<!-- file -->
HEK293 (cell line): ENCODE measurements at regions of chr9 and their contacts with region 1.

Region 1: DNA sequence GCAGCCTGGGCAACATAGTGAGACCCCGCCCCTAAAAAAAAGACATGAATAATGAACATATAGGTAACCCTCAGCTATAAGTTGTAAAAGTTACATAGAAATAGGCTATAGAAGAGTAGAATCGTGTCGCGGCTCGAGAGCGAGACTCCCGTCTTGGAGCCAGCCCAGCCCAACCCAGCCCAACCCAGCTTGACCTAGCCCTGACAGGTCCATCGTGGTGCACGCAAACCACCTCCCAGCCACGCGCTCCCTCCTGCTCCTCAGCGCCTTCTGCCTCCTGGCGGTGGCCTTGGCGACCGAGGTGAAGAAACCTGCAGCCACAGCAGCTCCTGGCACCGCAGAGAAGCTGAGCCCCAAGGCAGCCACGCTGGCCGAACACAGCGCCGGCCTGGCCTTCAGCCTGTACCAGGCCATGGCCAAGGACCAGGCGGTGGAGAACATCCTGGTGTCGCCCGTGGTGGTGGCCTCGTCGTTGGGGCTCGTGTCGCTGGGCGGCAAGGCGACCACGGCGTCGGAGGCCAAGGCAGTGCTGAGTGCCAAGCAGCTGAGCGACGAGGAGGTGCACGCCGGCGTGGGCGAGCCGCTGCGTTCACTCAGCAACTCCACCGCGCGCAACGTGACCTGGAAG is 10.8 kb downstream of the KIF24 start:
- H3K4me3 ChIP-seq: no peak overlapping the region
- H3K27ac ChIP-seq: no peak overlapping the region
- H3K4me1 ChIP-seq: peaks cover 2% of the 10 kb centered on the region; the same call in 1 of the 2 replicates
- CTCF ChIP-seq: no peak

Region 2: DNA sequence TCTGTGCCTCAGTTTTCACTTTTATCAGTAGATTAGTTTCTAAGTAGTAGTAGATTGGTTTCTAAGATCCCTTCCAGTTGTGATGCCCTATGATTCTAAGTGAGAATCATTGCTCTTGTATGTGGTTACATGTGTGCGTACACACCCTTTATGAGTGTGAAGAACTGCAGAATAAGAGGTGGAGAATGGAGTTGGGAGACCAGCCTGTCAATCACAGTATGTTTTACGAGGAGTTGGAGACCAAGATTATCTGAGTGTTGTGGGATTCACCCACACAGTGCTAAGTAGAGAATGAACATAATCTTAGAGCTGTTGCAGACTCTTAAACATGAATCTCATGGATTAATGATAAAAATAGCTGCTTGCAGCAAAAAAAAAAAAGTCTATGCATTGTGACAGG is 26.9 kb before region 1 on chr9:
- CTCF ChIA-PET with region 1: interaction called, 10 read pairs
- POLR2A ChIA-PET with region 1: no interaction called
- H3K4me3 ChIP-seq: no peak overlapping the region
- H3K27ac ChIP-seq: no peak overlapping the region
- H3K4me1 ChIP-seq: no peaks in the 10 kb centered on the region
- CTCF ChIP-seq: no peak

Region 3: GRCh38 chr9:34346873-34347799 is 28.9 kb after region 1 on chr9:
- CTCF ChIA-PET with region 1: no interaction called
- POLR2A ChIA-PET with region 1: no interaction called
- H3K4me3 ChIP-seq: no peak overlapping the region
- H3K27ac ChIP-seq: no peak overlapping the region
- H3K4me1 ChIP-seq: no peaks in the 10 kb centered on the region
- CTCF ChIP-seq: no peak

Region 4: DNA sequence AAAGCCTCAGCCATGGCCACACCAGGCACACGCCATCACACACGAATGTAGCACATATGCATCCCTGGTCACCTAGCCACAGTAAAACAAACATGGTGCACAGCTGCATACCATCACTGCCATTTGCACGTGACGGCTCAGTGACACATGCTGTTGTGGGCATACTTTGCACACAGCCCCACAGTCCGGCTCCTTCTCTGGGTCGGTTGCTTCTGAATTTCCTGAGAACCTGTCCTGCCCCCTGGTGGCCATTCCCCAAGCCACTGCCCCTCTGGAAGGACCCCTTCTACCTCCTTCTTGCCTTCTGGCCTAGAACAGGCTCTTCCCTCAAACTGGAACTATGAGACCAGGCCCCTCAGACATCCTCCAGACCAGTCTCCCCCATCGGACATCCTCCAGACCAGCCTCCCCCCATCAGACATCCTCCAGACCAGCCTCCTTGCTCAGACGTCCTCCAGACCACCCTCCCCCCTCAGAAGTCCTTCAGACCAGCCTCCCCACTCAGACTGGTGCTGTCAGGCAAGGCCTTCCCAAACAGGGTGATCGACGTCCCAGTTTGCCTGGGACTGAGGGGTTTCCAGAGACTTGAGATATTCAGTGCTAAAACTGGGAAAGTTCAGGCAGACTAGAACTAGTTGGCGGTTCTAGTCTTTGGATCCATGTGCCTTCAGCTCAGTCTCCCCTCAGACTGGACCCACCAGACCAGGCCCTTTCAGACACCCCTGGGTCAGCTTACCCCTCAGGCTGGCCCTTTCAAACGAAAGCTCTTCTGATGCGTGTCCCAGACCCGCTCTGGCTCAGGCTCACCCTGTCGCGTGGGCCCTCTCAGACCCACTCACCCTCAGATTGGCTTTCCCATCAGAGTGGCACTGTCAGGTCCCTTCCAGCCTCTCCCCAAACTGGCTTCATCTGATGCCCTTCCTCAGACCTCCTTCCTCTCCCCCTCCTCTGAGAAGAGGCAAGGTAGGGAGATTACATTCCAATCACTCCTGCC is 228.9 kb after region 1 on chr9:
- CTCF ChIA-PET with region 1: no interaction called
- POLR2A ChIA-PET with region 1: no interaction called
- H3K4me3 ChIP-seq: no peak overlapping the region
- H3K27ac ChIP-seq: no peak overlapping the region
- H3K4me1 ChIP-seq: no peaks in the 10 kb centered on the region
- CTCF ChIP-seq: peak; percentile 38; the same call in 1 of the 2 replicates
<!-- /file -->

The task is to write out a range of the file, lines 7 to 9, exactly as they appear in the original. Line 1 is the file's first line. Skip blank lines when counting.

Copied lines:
Region 2: DNA sequence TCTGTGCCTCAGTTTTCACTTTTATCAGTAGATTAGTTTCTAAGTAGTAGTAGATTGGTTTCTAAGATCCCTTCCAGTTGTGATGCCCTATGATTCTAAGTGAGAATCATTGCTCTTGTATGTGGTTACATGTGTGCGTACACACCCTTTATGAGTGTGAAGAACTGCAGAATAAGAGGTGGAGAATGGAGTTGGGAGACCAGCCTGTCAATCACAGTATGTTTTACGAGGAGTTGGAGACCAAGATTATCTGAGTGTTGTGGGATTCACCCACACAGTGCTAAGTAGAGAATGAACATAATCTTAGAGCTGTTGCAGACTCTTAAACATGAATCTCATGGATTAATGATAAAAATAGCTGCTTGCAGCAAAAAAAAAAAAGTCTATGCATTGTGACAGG is 26.9 kb before region 1 on chr9:
- CTCF ChIA-PET with region 1: interaction called, 10 read pairs
- POLR2A ChIA-PET with region 1: no interaction called